Top tips to rid the kids of head lice
Extremely common, and a real nuisance, head lice are on the march
'Again?" asked the pharmacist when I rocked into my local chemist and asked for a well-known head- lice treatment. "Yes" I said grimly. "You're not alone," he said, by way of comfort, "it's walking off the shelves."
Head lice, more often referred to as nits, are extremely common in kids and - since the rise of the selfie and teenagers putting their heads together for photos - now in adolescents too.
Anyone who reads my column will already know how I feel about all things creepy crawly - so suffice to say I'm not a fan of nits. One of the real difficulties in eradicating head lice, is the need for mass treatment - it's not much good you doing little Johnny's' head, if he goes back to school and sits beside little Charlie who hasn't been treated.
My ever helpful pharmacist informs me that since our Public Health Nurses no longer treat outbreaks of head lice they've been rampant, as failure to treat all in a group at the same time, results in recurrent spread. I know of more than one instance of class reps being asked to 'sort out' errant parents who aren't treating their kids. It can cause a fair bit of controversy at the school gates.
So how do you get rid of head lice and, more importantly, can you prevent them?
It's best to have a high index of suspicion about them. Nits are common, and you should check your kids' heads any time they scratch or in general about once a fortnight.
You often won't see a louse with your naked eye but the eggs or 'nits' are usually visible like tiny white tear drops stuck firmly to the hair shaft - often on deeper hairs at the nape of the neck or above the ears. New eggs mean live lice, and need to be treated as soon as possible.
There are multiple over-the-counter preparations available - all of which involve applying a solution to the head and washing it off. But that's when the real hard work starts - the fine combing. Lice are killed by the treatments, but eggs can survive and later hatch, so they need to be 'fine combed' out. And on a long-haired child that can be a nightmare that puts many parents off.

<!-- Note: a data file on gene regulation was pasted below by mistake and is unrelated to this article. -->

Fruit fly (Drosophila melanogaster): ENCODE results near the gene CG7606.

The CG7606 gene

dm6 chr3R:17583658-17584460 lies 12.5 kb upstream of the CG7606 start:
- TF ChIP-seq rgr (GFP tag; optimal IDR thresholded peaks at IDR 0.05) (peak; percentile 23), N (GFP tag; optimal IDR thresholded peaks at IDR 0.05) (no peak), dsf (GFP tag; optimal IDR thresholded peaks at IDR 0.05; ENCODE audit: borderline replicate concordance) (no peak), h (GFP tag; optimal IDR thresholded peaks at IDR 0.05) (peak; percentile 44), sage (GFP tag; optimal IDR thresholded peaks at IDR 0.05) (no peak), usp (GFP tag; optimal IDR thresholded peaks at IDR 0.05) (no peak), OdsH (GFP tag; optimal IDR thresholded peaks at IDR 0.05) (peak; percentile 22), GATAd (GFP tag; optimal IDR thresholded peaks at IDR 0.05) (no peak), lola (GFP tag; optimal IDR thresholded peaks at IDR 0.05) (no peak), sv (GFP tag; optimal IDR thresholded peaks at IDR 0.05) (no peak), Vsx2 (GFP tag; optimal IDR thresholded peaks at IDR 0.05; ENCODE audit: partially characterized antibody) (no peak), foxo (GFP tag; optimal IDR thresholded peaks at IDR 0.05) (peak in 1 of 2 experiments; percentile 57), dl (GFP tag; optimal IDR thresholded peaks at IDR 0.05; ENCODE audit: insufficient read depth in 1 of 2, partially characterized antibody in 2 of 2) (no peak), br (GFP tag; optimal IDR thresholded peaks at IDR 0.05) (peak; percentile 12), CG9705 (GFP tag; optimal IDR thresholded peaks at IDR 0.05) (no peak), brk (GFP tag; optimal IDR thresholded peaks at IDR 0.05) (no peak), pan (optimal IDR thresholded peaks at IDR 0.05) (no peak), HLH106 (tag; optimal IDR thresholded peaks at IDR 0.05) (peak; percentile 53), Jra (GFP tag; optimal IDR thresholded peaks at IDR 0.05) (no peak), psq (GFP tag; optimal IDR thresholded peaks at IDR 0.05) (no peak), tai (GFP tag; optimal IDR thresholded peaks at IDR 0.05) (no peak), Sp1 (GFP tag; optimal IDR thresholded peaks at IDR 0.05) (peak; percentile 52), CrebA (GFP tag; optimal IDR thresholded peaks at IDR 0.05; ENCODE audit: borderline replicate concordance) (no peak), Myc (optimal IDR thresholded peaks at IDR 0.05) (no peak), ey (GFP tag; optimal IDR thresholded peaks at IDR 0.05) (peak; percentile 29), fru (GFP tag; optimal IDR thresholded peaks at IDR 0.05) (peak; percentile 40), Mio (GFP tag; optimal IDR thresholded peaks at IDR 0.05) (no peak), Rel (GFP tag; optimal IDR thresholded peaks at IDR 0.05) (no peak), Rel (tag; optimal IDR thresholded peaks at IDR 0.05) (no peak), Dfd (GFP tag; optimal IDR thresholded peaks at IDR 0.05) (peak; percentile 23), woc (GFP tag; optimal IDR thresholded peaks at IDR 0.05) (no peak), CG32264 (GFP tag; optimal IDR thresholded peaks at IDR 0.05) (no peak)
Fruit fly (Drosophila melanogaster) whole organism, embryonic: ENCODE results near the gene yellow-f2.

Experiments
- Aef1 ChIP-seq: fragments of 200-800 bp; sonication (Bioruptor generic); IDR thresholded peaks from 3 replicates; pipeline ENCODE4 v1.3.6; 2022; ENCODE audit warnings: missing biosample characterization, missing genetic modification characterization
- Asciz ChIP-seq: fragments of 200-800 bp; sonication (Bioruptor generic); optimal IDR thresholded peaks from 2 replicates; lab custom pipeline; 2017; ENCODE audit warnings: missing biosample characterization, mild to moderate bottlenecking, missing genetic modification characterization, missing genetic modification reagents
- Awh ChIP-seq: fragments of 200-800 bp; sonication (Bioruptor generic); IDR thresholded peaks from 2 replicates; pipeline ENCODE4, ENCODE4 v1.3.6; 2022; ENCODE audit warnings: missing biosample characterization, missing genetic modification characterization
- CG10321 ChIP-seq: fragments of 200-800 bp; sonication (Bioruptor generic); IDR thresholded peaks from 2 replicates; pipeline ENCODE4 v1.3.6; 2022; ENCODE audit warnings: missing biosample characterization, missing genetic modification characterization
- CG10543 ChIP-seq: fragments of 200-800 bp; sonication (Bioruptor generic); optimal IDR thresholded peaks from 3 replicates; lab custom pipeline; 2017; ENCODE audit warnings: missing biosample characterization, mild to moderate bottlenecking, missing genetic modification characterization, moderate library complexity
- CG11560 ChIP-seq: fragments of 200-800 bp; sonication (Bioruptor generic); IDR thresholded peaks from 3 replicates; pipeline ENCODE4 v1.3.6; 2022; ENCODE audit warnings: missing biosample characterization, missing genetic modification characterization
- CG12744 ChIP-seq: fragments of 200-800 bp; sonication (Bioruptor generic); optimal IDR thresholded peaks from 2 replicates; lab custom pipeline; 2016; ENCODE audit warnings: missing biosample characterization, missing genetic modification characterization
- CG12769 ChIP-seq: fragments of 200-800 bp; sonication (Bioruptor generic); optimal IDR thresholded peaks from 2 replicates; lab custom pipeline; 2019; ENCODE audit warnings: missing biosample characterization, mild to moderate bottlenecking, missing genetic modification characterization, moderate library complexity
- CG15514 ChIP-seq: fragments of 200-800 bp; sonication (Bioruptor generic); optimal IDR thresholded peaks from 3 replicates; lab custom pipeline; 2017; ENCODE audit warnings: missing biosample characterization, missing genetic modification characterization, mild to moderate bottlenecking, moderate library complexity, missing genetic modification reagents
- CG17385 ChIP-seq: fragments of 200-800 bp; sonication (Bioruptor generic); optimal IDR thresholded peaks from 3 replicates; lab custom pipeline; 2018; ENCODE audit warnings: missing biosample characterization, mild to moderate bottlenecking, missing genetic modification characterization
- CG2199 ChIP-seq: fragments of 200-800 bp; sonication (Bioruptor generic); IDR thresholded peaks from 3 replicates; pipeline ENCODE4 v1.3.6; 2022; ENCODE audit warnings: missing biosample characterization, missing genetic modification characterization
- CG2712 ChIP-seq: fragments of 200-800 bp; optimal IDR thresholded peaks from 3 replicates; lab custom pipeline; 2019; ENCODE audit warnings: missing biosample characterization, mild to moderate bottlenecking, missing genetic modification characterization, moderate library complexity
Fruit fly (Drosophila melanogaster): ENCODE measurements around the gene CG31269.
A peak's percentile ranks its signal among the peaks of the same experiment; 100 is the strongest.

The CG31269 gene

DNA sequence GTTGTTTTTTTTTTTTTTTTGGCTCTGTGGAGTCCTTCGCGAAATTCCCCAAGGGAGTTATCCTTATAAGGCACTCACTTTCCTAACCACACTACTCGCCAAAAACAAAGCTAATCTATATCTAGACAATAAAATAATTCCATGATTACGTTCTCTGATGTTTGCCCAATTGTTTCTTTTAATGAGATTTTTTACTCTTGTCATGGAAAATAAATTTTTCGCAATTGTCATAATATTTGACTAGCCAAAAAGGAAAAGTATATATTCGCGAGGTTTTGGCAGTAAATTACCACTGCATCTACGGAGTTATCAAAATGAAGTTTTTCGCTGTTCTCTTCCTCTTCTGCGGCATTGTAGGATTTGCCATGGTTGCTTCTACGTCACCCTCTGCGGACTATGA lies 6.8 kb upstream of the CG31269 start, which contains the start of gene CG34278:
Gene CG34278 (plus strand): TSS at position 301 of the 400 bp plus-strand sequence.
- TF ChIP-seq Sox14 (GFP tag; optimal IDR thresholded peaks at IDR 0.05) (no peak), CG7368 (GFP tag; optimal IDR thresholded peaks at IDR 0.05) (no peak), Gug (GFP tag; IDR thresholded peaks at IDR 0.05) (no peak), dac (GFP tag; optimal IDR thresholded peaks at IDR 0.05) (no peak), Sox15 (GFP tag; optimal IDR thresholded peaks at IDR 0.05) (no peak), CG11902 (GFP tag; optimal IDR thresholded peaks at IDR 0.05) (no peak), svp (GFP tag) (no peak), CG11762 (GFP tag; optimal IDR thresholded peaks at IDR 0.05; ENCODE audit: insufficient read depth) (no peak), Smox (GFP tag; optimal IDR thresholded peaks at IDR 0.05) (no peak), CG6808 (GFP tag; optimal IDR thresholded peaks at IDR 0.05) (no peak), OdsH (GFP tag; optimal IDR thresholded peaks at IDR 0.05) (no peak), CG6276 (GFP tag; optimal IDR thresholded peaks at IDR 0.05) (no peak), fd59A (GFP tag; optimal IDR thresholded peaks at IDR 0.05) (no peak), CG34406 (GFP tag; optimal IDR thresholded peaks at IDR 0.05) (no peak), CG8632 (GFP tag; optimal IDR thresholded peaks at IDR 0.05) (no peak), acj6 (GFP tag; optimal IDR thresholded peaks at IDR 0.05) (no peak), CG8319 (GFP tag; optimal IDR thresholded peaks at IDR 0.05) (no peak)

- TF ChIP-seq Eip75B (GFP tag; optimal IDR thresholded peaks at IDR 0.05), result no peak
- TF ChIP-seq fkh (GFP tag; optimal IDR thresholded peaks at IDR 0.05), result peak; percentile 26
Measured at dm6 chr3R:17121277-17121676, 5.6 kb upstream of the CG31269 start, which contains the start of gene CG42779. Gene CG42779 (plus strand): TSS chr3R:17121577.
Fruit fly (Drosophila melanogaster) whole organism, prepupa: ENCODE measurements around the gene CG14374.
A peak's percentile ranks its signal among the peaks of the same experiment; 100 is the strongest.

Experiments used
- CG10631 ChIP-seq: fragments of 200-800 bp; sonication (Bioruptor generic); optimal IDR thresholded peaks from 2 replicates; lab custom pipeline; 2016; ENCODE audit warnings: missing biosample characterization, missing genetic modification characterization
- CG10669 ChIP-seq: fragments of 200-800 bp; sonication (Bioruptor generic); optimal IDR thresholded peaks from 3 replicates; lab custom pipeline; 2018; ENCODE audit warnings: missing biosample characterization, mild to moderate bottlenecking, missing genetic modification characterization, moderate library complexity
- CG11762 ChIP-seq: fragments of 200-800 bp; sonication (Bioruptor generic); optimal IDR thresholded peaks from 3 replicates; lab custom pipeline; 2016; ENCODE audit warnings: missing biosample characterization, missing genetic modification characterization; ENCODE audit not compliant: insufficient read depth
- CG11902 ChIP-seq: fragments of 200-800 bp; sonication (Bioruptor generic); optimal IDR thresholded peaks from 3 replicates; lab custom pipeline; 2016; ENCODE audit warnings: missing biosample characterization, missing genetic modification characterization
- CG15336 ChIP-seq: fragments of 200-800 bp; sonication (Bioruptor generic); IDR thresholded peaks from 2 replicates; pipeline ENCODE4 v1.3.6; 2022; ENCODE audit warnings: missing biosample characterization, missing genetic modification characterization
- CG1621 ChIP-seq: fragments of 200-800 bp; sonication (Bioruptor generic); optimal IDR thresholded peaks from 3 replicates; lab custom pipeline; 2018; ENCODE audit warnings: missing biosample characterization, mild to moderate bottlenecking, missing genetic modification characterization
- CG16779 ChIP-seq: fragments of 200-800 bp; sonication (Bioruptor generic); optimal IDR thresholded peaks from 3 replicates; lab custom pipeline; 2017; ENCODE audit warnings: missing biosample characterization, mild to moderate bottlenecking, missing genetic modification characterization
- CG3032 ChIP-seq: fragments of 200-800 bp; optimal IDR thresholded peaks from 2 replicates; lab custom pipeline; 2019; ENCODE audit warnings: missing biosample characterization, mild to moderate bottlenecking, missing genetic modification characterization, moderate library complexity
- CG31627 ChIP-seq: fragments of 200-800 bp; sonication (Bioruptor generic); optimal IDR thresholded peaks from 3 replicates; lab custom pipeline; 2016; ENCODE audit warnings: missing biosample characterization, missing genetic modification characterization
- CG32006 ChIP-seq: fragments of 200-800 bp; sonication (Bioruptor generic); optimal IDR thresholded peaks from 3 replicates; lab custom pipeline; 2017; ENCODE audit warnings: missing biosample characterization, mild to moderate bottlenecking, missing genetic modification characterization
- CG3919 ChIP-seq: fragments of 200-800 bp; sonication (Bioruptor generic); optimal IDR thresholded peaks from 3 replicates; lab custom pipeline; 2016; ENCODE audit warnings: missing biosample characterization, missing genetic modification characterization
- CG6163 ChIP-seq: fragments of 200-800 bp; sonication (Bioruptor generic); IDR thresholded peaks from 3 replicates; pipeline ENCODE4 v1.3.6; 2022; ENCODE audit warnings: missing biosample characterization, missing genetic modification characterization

I remember back in my paeds days, a young girl with very long hair who was an in-patient in an isolation room, being fine combed twice a day, by two nurses, in full infection control garb, while the nits literally hopped off her head. Her mother had refused to cut her hair or do the fine combing and she'd been admitted to hospital in an attempt to sort it out.
Fine combing needs to be done daily, and can be aided by using lots of conditioner to make it easier to get through the hair and get the eggs to slip off. After seven days you should treat again to catch any newly hatched eggs - then repeat fine combing all over again for another seven days until no lice or eggs remain - which can take about three weeks!
Read more: We Hate/Hate the nitty nits
Throw into the mix contact during that time with an untreated head and you're straight back to square one! You can see why parents get frustrated.
Prevention isn't easy, but there are things you can do to minimise your chances of unwelcome visitors. Long hair should be tied back at school as lice do jump from head to head. Leave-in conditioners with tea tree or citrus do work to repel the lice that apparently don't like the smell. Bless!
Read more: Head lice an itchy breeder in children
Also don't be a nitwit. Tell the school when your child has them. That way, it can notify other parents so they can take steps to sort it in their own kids if needs be.
Sunday Indo Living